I made it to the third chapter, but given to current political situation I just could not finish it. I despair for the Democracy we never had, and for the little bits of democracy we are steadily losing. When will people learn that we are a Human race, and we are to be humane? ...
  • Dan Downing
    Jul 01, 2018
    Cowards, bigots, Trump lovers, haters and general dip shits: don't bother. You won't read this: you can't read this---you'd choke on your own bile. One deeply moving project I had read/listened too which Paul Ortiz worked on before the present volume was "Remembering Jim Crow," an o...
  • Angela Hamouda
    Jul 04, 2018
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  • Jordan
    Nov 01, 2017
    Much like An Indigenous Peoples' History of the United States, this book is part of the ReVisioning American History series. Having just finished the former, I was stoked to see the latter on Edelweiss available for download and review, and immediately snapped it up. This book cover...
  • Tamara
    Mar 08, 2018
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  • Lindsey
    Jun 23, 2018
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  • Ted
    May 06, 2018
    This is the second book I've read from Beacon Press's "ReVisioning American History" series, and this one, like the first (Roxanne Dunbar-Ortiz's "An Indigenous Peoples' History of the United States"), is poignant and contemporary. In our current environment of anti-anything-that's-not...
  • Nicholas Bobbitt
    Mar 26, 2018
    It's well-written, but I feel like it's really too brief on its topics. ...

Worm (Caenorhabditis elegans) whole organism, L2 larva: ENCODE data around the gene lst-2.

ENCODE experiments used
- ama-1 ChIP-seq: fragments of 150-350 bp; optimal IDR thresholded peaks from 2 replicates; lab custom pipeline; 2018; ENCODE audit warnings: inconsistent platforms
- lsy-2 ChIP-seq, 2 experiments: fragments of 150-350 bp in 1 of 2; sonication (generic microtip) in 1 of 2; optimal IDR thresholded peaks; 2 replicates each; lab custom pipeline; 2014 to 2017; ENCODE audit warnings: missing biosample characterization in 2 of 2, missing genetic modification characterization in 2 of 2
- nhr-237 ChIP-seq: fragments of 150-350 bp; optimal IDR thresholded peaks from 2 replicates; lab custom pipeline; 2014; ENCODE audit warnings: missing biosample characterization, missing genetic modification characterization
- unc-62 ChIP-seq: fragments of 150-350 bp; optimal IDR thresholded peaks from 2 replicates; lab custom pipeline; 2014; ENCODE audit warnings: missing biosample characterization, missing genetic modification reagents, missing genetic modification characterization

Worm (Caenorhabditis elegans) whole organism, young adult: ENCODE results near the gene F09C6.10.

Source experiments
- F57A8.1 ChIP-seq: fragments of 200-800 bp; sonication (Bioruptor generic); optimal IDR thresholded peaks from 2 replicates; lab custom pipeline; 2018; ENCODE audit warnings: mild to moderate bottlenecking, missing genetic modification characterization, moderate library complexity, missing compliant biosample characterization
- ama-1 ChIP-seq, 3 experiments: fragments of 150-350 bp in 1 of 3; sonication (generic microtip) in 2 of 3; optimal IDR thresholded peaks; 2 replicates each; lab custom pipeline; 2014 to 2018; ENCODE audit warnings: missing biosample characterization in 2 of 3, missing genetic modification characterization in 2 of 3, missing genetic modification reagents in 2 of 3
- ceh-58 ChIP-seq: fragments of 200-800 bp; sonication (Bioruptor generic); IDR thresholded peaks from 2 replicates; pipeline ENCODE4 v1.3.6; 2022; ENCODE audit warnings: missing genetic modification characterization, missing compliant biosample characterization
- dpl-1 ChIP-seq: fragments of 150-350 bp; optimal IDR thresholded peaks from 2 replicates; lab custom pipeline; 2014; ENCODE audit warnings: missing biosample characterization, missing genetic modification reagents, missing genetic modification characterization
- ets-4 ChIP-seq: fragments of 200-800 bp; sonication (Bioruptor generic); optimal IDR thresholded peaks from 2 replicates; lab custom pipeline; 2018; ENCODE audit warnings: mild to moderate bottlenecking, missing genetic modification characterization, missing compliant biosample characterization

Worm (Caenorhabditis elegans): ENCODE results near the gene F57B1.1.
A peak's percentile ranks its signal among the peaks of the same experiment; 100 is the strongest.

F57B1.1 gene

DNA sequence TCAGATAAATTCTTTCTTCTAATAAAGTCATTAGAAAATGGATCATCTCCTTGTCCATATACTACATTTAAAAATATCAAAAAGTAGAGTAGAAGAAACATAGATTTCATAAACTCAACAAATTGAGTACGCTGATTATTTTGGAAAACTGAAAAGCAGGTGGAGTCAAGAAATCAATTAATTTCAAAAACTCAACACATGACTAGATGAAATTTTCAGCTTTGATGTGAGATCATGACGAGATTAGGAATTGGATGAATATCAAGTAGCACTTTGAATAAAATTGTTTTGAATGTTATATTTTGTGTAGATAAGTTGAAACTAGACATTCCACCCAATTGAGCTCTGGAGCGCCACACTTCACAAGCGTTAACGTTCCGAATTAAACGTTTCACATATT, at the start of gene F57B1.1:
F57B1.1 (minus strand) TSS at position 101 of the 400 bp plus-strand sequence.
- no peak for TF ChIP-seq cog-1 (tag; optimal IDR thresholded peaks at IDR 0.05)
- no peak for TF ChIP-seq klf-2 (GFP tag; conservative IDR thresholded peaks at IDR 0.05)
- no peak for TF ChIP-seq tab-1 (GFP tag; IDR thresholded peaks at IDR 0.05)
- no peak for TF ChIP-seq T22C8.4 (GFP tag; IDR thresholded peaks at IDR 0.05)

• Brad Krautwurst
    Feb 17, 2018
    My only real criticisms of this book lie in its pacing (it feels like they skipped the entirety of the 1970s and barely mentioned in passing the 1980s in order to get to the 1990s and 2000s). I would have preferred the book simply be longer, but I suspect, inferring from foreword from ...
  • Nora
    May 22, 2018
    TBR ...
  • Kindle Venner
    Jul 04, 2018
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  • M
    Apr 01, 2018
    I already knew we were taught a lot of propaganda and misinformation in school but maybe not how much. With school board elections coming up I'm working on some tough questions to ask about our history courses. I don't want my biracial niece being taught a bunch of nonsense. ...
  • Erika
    May 16, 2018
    A very important historical account of how American racism did not end in the 1960s, like we are led to believe in public high schools around the US. This book is dense, but left me reeling. ...
  • Shari Suarez
    Jan 16, 2018
    The perfect book for these troubling times. It's the history that we never learn about in school. It looks at the African American and Latinx contributions to history and social justice in the United States. It takes a look at over 200 years of American history and how the Global South...
  • Mary
    Apr 02, 2018
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  • M.
    Feb 06, 2018
    An interesting read. It looks at sides unfortunately not always covered in schools. ...
  • Nathan Holles
    Mar 27, 2018
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  • Jay Foster
    May 29, 2018
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  • Eve
    Jan 03, 2018